10 Interviewing Tips and Techniques

By Mark Nichol

Whether you are conducting a journalistic Q&A session or preparing an oral history, it’s important to prepare carefully for an interview. Here are some guidelines to help you succeed with the interview session.

1. Be Straightforward
When you contact an interview subject, state your objective clearly and honestly. The nature of the interview you conduct should be the nature of the interview you described to the subject. Diversions from the stated agenda may upset the subject and undermine the interview. However, do not provide your questions to the subject in advance; tell him or her that any questions you prepare ahead of time are only part of the interview.

2. Choose an Interview-Friendly Location
The interview subject’s home or office is generally better than a public location such as a coffee shop, with fewer unfamiliar distractions. A subject in the comfort of his or her own environment will provide you with better material, and you can make light conversation about a photograph, a memento, or some other object or feature to start the interview off on a relaxed footing.

3. Research the Subject Thoroughly
Find out as much as you can about the person before the interview. Be well prepared, and distinguish between facts and opinions so you can query the subject appropriately about what you’ve learned.

4. Determine a Theme
Avoid treating an interview as simply a series of general questions and answers. After conducting research, decide what the tone of the interview will be, and what you expect to get out of it. Develop a narrative flow based on the questions you wish to ask. The resulting content probably won’t follow that scheme, but your interview should have structure, and the questions should be organized logically by topic.

5. Prepare Questions
Write down every question you can think of, whether you think you’ll have time to have them answered or not, in the order in which you would like the interview to progress, and then winnow the list to a manageable number of questions (but more than you think you’ll have time for).

Craft simple questions consisting of a single query, and ask the most important ones first, in case the interview is interrupted or halted. Be prepared to jettison some questions, and be flexible enough to digress when the subject goes in an unexpected direction. Continue to follow that lead until it’s no longer productive and you are able to resume your line of questioning, preferably with a smooth transition.

6. Record the Interview
If possible, use a recording device, but take notes in writing as well to help you shape the interview and in case the device malfunctions. Before you begin the interview, inform the subject that you are recording it to enhance the accuracy of the final product. Tell him or her that after you begin recording but before the interview begins, you will ask for his or her consent so that you have a record of it, and then do so.

7. Ask Questions Only the Subject Can Answer
Do not waste the subject’s time by asking questions that can be answered through research. Do, however, use quantitative information such as age as a starting point. Instead of asking how old someone is, for example, ask someone who is old enough to have lived through a certain period in the past about his or her experiences during that time.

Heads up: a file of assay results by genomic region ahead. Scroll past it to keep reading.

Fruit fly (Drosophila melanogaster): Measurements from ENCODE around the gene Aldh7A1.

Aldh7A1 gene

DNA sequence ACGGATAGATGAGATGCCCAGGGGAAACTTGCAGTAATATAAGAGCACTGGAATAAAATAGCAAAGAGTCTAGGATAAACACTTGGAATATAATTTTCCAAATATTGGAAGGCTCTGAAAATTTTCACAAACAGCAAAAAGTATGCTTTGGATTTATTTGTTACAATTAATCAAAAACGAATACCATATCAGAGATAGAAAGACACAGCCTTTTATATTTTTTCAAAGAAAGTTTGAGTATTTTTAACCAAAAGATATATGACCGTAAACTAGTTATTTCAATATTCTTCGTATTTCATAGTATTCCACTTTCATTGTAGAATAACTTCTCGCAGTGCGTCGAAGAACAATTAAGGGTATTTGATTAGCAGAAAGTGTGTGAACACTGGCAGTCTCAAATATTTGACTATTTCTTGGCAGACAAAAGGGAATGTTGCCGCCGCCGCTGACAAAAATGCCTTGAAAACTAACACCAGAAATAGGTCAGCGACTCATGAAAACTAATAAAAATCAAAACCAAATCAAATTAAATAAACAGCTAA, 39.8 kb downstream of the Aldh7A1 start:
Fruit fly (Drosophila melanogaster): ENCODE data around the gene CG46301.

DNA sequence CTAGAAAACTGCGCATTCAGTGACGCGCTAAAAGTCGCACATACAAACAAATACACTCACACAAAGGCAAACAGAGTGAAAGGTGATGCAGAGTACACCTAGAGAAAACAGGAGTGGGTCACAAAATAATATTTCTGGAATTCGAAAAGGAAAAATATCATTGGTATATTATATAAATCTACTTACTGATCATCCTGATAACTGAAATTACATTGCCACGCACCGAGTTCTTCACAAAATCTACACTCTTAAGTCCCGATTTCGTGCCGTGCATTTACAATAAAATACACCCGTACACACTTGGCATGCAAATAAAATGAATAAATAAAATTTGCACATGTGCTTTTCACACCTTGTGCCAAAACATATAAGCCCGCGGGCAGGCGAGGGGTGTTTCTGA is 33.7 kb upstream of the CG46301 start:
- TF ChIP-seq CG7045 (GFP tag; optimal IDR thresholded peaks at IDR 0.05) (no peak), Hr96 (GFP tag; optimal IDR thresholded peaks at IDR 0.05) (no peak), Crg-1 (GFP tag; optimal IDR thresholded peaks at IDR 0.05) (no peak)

8. Engage with the Subject
Demonstrate that you are interested and that what the subject is saying is important. Maintain eye contact as much as possible, but be objective and use neutral body language and avoid nodding, which may actually inhibit a substantive response.

9. Be Polite But Persistent
If some of your questions are provocative or sensitive, word them carefully and ask them diplomatically. If the subject doesn’t answer or provides an inadequate response, ask again in other words. If a response still isn’t forthcoming, return to the topic again later in the interview, explaining why it’s important that the subject respond.

10. Be Patient
When the subject seems to complete a response to a question, do not immediately move on to the next question, whether scripted or thought up at the time. Continue to be attentive, and patiently await more information. Sometimes, the postscript to a response is the best part. Likewise, when the interview is over, and the subject is more relaxed, take advantage of an opportunity to ask a casual question or two or to comment about something he or she said earlier.

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4 Responses to “10 Interviewing Tips and Techniques”

  • :Donna Marie

    Thank you for posting this valuable info. I’m considering doing internet interviews and I know this will help 🙂

  • Michael

    Good advice, Mark. I have conducted hundreds of interviews, but it always helps to review basic guidelines. One of the most important goals I have for interviews is to come away with a story, anecdote or compelling example to serve as an introduction, if I’m writing a feature. This is also one of the most difficult interviewing skills to master.

  • Peter

    Hey thanks, this is super helpful. I have to say though, I’ve had enormous success nodding with interviewees. Especially with sensitive questions, I like to show that I’m with them and that they can talk. I guess it’s my way of being real with them and making them comfortable, but then I ask some very personal things. It’s amazing how many writers have told me about death threats in the last month, for example.

  • Paresh

    Great advice Mark. One should never lose his/her cool during interview sessions. There can be certain questions about which you will not be sure to answer, but should keep your nerves cool and be focused on your subject.

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